As my blog blatantly displays, I've struggled with depression since high school. This summer I started seeking counseling for it because it has grown into a bigger, badder storm cloud this past year. And now in the past month, everything has felt so monstrous - the stress, the depression, the unknowns - that it has been affecting my routines. Keeping me from work, class, and even enjoying time with friends.

I've been talking with my counselor for some time about this and what to do about it. If you've ever seen a counselor/therapist and begin making progress, you realize that a single one hour session per week never feels like enough. Every week I look forward to Fridays. First of all, it's Friday, duh. Secondly though, my time with Dr. Brown is usually helpful and I come away feeling like I accomplished something.

As my mental rain cloud has worsened, and kept me from work and school, friends and family have recommended I think about medication. Of course, they don't want me to rely on such things. And I don't wish to be placed on meds. But if it's between me feeling this dark empty dread all day long and taking a pill to assist my brain in feeling better, I'll go with the latter.

I talked to my counselor and asked if he thought it'd be wise to see a psychiatrist. He explained his philosophy on meds and when he felt people should seek medicinal assistance.

"If a patient's condition is causing their lives to fall apart, losing job, failing school, losing friends and family, it might be time for some pills. The one exception I make is if a person's depression has hung on so long and it has worn a patient down because of its longevity." He asked me if any of this sounded applicable.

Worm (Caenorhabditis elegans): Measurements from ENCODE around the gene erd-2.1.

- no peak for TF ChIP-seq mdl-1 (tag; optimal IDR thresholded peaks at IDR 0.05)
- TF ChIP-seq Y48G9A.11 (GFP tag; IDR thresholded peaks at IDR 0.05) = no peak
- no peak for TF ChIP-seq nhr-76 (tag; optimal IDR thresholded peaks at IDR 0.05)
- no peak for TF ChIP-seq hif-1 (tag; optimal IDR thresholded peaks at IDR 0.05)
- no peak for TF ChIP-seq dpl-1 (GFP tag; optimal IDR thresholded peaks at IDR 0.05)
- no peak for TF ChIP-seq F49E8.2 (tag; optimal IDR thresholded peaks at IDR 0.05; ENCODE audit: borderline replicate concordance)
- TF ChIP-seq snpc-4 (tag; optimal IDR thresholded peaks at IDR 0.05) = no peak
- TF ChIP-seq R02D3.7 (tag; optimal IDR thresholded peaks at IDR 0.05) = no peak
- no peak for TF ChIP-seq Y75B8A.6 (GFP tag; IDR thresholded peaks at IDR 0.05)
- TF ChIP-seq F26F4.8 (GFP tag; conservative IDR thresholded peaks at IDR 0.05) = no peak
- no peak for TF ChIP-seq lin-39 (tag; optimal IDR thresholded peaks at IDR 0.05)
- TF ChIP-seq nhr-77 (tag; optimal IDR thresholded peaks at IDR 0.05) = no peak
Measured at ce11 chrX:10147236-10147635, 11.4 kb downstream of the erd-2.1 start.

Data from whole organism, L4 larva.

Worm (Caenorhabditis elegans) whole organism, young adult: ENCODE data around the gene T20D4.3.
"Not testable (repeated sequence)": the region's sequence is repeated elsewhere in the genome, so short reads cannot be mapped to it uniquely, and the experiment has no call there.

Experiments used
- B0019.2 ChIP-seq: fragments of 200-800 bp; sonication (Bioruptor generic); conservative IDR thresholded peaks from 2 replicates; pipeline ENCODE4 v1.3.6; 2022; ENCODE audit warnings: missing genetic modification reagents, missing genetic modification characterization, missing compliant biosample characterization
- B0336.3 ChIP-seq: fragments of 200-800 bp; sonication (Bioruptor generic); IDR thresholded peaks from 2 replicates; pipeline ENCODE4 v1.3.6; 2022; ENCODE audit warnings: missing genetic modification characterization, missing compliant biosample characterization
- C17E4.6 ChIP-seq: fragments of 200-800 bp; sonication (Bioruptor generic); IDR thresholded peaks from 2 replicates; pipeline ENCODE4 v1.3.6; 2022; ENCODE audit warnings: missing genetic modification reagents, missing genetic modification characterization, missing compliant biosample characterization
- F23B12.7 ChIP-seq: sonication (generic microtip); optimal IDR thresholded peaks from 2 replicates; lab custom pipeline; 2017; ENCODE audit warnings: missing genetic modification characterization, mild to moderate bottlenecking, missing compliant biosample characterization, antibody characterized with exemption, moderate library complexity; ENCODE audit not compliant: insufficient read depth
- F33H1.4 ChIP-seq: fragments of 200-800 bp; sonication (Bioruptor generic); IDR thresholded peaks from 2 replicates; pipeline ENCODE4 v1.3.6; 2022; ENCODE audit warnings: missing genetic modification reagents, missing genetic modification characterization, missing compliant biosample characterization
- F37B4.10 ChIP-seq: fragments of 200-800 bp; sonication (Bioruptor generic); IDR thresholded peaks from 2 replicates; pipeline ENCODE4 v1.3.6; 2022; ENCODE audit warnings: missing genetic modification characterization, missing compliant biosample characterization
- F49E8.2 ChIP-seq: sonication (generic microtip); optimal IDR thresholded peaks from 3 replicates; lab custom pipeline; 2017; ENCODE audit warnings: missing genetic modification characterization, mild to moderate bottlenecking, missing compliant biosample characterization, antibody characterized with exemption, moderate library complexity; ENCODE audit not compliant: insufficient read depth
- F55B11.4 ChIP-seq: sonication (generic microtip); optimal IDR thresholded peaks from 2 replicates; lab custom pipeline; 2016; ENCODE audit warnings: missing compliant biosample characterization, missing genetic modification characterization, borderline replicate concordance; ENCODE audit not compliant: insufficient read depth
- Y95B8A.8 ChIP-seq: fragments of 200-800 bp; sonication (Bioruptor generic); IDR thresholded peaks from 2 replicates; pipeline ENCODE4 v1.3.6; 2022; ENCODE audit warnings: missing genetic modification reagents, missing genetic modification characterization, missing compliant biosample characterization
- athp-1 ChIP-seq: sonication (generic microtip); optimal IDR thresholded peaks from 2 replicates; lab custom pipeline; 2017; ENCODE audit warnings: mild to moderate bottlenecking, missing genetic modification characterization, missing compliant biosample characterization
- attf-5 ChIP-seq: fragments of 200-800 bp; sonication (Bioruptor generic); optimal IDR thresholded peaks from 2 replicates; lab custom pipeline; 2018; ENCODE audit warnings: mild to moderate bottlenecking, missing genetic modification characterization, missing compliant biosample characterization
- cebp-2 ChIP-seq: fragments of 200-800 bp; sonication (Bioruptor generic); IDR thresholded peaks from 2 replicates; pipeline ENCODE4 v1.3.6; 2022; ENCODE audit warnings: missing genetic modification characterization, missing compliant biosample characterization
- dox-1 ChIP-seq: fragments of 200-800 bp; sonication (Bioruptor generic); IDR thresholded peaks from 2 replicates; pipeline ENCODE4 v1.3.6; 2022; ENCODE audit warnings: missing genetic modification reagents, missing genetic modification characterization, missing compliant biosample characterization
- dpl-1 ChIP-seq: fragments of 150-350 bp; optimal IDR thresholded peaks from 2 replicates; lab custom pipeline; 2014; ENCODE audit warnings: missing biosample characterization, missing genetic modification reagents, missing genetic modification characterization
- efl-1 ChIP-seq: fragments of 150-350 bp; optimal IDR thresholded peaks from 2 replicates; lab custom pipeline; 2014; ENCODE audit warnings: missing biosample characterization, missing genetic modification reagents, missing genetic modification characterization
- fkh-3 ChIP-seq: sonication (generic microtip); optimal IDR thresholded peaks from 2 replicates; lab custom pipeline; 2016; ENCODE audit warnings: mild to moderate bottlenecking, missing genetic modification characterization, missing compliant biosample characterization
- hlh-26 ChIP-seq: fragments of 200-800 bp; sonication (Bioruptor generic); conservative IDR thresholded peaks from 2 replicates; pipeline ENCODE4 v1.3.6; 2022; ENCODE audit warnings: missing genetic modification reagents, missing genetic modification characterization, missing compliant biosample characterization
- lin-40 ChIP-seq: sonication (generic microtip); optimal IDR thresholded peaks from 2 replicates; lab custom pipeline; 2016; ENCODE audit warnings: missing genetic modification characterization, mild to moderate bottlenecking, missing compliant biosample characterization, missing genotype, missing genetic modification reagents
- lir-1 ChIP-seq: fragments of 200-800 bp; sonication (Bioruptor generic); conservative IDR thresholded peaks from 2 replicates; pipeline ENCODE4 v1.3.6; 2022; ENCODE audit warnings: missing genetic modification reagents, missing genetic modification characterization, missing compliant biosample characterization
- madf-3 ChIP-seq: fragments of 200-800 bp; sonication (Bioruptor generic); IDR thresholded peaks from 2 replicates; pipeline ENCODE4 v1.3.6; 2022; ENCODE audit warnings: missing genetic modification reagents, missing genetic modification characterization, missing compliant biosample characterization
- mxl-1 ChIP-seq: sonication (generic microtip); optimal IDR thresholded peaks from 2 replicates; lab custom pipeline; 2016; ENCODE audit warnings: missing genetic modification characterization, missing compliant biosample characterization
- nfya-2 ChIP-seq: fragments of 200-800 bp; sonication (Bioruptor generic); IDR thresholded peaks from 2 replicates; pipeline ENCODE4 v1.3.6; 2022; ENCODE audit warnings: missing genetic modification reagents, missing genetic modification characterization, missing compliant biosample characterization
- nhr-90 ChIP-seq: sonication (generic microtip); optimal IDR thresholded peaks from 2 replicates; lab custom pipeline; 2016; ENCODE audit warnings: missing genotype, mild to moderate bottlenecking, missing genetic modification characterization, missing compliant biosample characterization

I related to the depression hanging on for a long time. The first part, I somewhat understood what he was saying. I knew that I needed to bleed out any honesty that I hadn't yet revealed.

"I can't keep going through each day dreading each moment I'm alive. Which is what I've been feeling. I sit at work boxed into a building, boxed into a cubicle, stuck inside a phone talking to people. I feel like I'm just going to explode. I'm on the brink all the time."

Something about what I said hadn't come through in previous sessions. I told him how when I come in for counseling, I feels like a wall immediately comes up in my mind. It blocks out all the things I planned on talking about and wanted to say. We discussed about how it's normal to have that mental barrier even though I feel comfortable being open and honest. My body and mind just don't agree with me, I guess. At the end of the session, Dr. Brown handed me a card referring me to a psychiatrist to seek further help for depression as well as ADD. I have an appointment on Wednesday.

Last night I dreamed that I got put on medication and it caused me to see the devil. I think a part of me is nervous. The other part is hopeful that maybe I'll get the help I need to function better.

As of now, I'm focusing on helping CVA with their play. I think it's healthy for me. I need to do it. I don't know what else to do. I didn't work much last week, not yesterday, and not today. I feel like I'm free falling out of everything normal and stable. The medications will not be my answers. I keep looking to Jesus. He and I talk, not enough maybe, but something is happening. I think He's pulling me to where I need to be. Somehow things are working out. I feel them. Maybe that safe place isn't working at Gallup or going to Union or living in Lincoln. What I do know is that He wants me to live and not to die. Death isn't my safe haven like I sometimes think it is.

Pray for me if you think of it. Thank you to all my readers, my friends, family, and adults that have rallied around me these past few weeks.